The Union of Students in Ireland (USI) have launched a campaign to pass a student accommodation Bill into law which has been backed by the Student’s Union.
The bill, which is formally named the Residential Tenancies (Student Rents and Other Protections) (Covid-19) Bill, aims to address issues that student tenants have faced throughout the course of the Covid-19 pandemic.
Such issues include allowing a waiver on rent for students who cannot access accommodation due to lockdown or due to a change in semester start and finish dates.
It also is aiming to allow students to end rental contracts early in case of another wave of the virus or of nationwide restrictions, for landlords to stop withholding deposits and to return prepaid rents if such a situation arises, and for no student evictions to occur during the pandemic.
Students’ Union President Pádraic Toomey has stated that while the Residential Tenancies Bill proposed by the USI will not fix the student accommodation crisis, it will be an important step in the right direction.
“NUI Galway students have been hugely impacted this year in so many ways but the stress of paying for accommodation that they sometimes aren’t even using has left many at breaking point”, added Toomey.
“Our students were advised to get accommodation by the University and now find themselves paying for rooms that they can ill afford”, said Students’ Union Vice-President and Education Officer, Emma Sweeney.
Sweeney also hopes that the bill would go some way in ensuring that students would not be left in this position again.
The USI have stated that they would be “engaging with politicians to get their support for the bill as well as mobilising the student movement in Ireland to also engage and speak with their representatives, emphasis their need for the bill to be passed.”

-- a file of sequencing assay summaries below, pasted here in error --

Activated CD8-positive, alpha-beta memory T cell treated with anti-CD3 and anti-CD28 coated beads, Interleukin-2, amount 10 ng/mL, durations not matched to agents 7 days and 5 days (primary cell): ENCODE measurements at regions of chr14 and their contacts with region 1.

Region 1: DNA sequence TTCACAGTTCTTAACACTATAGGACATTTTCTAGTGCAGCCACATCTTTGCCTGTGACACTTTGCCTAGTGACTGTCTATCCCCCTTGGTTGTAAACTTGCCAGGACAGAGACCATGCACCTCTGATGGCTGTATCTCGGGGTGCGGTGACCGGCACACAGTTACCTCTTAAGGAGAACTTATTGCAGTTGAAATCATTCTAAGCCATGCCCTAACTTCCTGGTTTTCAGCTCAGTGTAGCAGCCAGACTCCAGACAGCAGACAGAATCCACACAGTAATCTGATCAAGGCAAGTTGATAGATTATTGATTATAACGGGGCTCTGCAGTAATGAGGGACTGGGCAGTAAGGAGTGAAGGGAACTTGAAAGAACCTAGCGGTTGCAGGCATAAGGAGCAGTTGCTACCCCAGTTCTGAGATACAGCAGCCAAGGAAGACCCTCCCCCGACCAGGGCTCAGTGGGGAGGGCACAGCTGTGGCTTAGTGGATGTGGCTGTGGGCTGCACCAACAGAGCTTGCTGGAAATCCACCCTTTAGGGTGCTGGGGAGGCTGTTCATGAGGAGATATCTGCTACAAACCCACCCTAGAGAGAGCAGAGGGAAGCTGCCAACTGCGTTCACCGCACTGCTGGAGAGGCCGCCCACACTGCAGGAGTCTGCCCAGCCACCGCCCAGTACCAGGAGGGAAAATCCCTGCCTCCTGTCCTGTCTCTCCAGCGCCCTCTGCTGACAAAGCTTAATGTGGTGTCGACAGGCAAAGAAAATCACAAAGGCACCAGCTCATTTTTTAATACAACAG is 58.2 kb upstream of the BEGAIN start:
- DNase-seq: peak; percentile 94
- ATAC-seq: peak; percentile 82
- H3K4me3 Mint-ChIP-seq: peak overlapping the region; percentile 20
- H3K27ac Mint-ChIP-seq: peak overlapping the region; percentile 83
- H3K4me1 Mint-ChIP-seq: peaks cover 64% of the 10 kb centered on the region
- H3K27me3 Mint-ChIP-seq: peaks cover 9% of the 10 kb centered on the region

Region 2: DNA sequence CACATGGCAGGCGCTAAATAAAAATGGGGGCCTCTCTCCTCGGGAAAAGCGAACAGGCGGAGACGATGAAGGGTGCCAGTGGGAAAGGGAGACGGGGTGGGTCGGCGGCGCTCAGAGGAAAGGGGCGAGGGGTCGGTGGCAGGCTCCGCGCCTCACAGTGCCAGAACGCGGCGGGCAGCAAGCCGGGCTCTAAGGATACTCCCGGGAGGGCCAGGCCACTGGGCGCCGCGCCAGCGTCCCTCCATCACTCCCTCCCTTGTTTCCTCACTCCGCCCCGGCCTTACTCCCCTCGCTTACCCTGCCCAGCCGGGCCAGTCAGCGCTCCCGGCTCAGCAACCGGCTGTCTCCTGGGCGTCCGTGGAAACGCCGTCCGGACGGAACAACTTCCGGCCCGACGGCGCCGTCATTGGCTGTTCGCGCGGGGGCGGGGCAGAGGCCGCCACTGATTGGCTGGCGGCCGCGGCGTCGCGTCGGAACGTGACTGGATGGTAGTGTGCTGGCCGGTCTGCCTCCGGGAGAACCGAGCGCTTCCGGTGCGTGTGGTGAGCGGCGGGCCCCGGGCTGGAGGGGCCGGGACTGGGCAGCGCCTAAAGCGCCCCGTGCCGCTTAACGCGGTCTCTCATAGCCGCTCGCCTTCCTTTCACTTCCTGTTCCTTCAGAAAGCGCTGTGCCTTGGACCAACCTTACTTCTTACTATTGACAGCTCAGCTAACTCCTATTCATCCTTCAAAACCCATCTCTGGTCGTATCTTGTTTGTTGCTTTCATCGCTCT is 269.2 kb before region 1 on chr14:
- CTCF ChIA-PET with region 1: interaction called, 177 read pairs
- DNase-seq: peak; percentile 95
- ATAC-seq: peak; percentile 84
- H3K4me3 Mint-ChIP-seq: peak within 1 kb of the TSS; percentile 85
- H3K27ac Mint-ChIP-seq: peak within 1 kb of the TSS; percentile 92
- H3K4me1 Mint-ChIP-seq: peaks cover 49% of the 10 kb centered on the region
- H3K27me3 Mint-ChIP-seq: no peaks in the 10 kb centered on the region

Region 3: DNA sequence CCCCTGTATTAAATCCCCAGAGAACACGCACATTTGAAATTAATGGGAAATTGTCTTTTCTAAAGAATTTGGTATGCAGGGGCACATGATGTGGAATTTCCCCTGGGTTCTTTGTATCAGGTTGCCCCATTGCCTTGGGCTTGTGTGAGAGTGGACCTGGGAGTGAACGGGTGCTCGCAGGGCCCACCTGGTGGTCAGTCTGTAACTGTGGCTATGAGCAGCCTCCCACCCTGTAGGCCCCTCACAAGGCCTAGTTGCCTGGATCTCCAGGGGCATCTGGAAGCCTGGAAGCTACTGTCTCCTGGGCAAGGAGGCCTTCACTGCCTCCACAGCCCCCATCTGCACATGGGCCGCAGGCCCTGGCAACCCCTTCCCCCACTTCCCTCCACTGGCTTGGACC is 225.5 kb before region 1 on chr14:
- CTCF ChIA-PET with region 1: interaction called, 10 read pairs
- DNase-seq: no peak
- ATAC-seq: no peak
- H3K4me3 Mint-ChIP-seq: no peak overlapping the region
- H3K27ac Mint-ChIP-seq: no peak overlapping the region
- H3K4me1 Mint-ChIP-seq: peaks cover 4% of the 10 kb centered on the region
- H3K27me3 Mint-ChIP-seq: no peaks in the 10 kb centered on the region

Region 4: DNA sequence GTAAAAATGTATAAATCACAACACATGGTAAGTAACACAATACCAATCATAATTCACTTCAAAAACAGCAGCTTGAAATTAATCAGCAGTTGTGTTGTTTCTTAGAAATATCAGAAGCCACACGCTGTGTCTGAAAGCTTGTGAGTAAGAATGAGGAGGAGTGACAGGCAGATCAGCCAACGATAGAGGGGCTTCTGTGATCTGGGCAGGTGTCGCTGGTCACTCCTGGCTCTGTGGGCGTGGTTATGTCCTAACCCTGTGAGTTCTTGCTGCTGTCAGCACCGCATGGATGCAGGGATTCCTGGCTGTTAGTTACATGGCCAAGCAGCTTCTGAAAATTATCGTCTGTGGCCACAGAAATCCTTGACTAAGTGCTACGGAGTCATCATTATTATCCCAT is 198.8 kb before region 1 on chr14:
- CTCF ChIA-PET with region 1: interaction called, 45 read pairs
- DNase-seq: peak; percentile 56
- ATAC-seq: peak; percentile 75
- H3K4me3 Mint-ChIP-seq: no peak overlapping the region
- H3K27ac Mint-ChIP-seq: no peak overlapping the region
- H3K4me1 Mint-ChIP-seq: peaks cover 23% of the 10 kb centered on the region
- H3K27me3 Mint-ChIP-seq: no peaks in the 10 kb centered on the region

Sinn Féin TD for the Galway-West constituency, Máiread Farrell, has stressed the importance of passing the Residential Tenancies Bill into law and the greater protection that it will provide for student renters.
“This Bill incorporates key demands from the USI and if it becomes law, a student will be able to end a tenancy in student specific accommodation by serving the landlord with a notice of termination of 28 days”, stated Farrell.
“It also allows for the prompt refunding of accommodation fees if the accommodation is not taken up or vacated due to Covid 19 related public health restrictions.”
Farrell also stated that many students and their families had faced financial difficulty during the lockdowns this past year, due to struggling to get refunds on rental costs from student accommodation providers, and many being forced to pay for accommodation that they were prohibited from using.
The Residential Tenancies Bill which was launched outside Leinster House last week has already garnered support from various political parties such as Sinn Féin, Social Democrats, Labour Party, -People Before Profit, and Independents for Change.
Farrell confirmed this strong support for the bill, stating that there was “strong cross-party support in the Dáil for this bill with 56 other opposition TDs signing up. It is our hope that the government parties can also support the sensible proposals in this bill and work with us to make it law.”
USI Vice President and former NUI Galway Student Union President, Clare Austick, has stated the Bill came about because of an emergency accommodations campaign focusing on more protection and more flexibility for student renters and from lobbying with TDs.
“We spoke with the Sinn Féin Spokesperson for Housing Eoin Ó Broin who then agreed to bring forward this Bill” explained Austick. “It became known as the USI Accommodation Bill which basically focuses on student-built accommodation and students during Covid but also extends beyond Covid.
So, it is really really important that this bill passes to ensure that student renters have the flexibility and the protection that they deserve. This has been going since last March, so hopefully it will be passed because of debates and discussion in the Dáil and the Seánad in the next couple of weeks.”